Send to

Choose Destination
J Nutr Educ Behav. 2005 Nov-Dec;37 Suppl 2:S115-20.

Battling America's epidemic of physical inactivity: building more walkable, livable communities.

Author information



The US surgeon general recommends a minimum of 30 minutes of physical activity a day for adults to reduce the risk of chronic disease and an early death. Yet only about 1 in 4 American adults meets that recommendation through leisure-time physical activity and/or conscious exercise. One result is the so-called obesity epidemic, but a sedentary lifestyle also increases the risk of chronic diseases, such as diabetes, cardiovascular disease, osteoporosis, and cancer. We must create environments in which physical activity becomes a routine part of the day for more Americans. Encouraging routine walking and bicycling appears to be especially promising because of a growing understanding of how to create bicycle- and pedestrian-friendly settings. Everyone, not just those working in public health, must ally themselves with community leaders to pursue programs and policies to create settings with 4 key attributes: more compact neighborhoods with a mix of land uses; a comprehensive network of pathways, trails, bike lanes, and mass transit to allow "active" transportation; site designs that welcome cyclists and pedestrians; and an umbrella of safety that encourages people to get out of their cars. Many specific resources and programs are recommended to advance this agenda. Finally, we all must become role models by walking and cycling whenever possible and inviting others to do so with us.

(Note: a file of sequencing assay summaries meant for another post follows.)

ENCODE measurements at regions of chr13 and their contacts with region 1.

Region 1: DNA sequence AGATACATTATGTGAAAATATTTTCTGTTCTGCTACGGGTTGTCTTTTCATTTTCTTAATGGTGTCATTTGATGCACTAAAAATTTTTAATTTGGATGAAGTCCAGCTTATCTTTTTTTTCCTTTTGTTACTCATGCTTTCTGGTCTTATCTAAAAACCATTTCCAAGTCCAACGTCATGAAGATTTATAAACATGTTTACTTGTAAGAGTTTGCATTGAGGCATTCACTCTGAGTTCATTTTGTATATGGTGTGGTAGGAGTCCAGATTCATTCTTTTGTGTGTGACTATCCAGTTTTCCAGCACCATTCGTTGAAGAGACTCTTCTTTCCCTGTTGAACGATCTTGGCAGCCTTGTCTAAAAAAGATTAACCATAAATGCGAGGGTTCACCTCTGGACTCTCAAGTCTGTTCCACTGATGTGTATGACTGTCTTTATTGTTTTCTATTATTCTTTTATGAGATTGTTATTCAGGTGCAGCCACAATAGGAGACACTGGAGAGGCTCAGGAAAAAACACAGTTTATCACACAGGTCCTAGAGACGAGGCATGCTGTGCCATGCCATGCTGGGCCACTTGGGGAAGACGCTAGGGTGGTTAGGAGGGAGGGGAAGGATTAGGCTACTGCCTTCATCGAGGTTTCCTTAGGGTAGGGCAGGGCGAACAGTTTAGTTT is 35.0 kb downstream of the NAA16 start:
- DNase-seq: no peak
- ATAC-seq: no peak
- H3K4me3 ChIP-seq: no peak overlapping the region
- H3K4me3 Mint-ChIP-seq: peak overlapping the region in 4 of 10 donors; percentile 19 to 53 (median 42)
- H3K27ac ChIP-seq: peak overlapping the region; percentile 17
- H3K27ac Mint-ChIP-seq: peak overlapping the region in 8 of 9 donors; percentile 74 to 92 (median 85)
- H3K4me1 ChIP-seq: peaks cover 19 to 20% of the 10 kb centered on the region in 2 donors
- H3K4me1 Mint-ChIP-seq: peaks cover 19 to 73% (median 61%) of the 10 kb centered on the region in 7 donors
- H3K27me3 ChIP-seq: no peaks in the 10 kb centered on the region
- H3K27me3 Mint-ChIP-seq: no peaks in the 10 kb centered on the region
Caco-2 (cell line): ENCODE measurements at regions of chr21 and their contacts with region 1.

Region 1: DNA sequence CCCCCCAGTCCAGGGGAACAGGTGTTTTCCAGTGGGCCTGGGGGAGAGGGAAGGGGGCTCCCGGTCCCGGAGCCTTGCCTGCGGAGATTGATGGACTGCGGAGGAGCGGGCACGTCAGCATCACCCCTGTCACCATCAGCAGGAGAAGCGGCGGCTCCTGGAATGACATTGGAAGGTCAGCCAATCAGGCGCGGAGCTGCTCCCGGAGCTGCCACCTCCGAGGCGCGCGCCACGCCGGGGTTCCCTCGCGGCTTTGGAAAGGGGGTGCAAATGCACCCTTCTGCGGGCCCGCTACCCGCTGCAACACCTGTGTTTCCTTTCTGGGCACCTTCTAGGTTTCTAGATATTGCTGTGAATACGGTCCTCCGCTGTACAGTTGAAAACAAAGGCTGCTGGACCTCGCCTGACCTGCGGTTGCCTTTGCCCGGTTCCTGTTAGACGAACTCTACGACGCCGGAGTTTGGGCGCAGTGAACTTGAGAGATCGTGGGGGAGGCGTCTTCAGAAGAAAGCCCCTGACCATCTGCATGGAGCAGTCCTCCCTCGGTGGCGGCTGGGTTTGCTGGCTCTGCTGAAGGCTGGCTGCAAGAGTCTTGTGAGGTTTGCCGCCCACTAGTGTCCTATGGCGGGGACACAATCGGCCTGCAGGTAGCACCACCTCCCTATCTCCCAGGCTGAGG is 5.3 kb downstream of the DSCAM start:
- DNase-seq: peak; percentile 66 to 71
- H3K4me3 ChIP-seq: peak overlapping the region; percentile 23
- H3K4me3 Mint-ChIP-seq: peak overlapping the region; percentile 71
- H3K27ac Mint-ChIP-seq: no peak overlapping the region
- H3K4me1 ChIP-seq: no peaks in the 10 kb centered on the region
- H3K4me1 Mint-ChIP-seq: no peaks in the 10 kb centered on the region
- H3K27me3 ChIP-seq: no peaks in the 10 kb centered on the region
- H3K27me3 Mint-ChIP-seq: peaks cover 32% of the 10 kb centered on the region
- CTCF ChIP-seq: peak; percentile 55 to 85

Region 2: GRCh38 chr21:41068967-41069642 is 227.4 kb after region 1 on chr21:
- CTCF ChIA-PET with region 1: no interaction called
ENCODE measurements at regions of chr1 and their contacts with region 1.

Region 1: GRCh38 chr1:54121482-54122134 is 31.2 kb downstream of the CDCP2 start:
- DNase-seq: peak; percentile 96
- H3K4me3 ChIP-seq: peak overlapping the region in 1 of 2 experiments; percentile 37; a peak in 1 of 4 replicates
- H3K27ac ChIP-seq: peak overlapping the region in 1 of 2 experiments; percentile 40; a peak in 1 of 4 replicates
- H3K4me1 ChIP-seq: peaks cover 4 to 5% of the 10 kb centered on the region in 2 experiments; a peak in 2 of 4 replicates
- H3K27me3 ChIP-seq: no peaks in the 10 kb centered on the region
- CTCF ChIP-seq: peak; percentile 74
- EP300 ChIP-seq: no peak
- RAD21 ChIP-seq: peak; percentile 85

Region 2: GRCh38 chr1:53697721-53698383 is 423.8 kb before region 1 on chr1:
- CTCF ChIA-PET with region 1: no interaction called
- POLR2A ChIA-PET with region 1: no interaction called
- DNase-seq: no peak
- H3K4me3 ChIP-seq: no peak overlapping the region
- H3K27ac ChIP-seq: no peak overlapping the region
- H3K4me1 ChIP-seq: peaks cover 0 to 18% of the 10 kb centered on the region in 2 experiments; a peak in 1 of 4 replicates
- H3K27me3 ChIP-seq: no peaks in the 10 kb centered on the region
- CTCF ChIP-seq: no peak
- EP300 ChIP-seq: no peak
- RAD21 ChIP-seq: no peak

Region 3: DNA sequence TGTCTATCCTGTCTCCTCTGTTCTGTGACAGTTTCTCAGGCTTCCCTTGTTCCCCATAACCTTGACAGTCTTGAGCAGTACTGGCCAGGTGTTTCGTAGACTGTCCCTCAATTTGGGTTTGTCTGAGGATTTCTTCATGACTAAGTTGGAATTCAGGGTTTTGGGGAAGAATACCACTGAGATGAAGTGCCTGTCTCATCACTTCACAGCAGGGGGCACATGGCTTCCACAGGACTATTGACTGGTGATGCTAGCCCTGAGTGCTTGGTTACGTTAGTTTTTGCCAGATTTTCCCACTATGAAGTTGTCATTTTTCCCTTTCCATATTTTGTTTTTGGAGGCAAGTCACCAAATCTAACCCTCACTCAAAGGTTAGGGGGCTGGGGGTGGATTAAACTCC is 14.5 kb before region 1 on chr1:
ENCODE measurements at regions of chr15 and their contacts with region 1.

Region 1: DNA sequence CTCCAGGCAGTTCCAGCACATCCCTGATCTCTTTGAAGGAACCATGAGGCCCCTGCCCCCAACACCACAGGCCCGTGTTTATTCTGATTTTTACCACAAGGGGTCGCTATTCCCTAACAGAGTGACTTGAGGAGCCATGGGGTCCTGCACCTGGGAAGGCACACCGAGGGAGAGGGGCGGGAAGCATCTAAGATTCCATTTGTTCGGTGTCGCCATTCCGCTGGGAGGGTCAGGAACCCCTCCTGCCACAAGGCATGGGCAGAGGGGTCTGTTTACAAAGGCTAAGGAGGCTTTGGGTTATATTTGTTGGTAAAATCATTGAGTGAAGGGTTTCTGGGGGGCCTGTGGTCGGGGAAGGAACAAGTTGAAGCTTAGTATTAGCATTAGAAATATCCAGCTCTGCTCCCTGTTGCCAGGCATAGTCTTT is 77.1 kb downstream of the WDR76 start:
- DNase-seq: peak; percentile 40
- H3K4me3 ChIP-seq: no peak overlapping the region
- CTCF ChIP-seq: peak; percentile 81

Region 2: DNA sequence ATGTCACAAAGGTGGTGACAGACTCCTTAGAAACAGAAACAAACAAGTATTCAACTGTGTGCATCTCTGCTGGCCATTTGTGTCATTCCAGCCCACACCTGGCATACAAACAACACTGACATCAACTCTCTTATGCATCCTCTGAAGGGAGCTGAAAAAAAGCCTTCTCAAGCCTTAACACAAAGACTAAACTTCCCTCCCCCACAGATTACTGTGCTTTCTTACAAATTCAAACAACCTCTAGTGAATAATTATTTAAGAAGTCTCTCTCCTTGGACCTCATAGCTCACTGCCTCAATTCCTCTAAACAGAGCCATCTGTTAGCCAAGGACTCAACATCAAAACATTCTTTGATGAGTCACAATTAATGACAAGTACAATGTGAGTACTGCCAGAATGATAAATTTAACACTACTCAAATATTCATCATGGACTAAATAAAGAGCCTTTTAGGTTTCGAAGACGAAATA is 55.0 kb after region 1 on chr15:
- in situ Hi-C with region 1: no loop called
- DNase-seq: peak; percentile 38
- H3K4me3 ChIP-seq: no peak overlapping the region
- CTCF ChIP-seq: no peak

[Indexed for MEDLINE]

Supplemental Content

Full text links

Icon for Elsevier Science
Loading ...
Support Center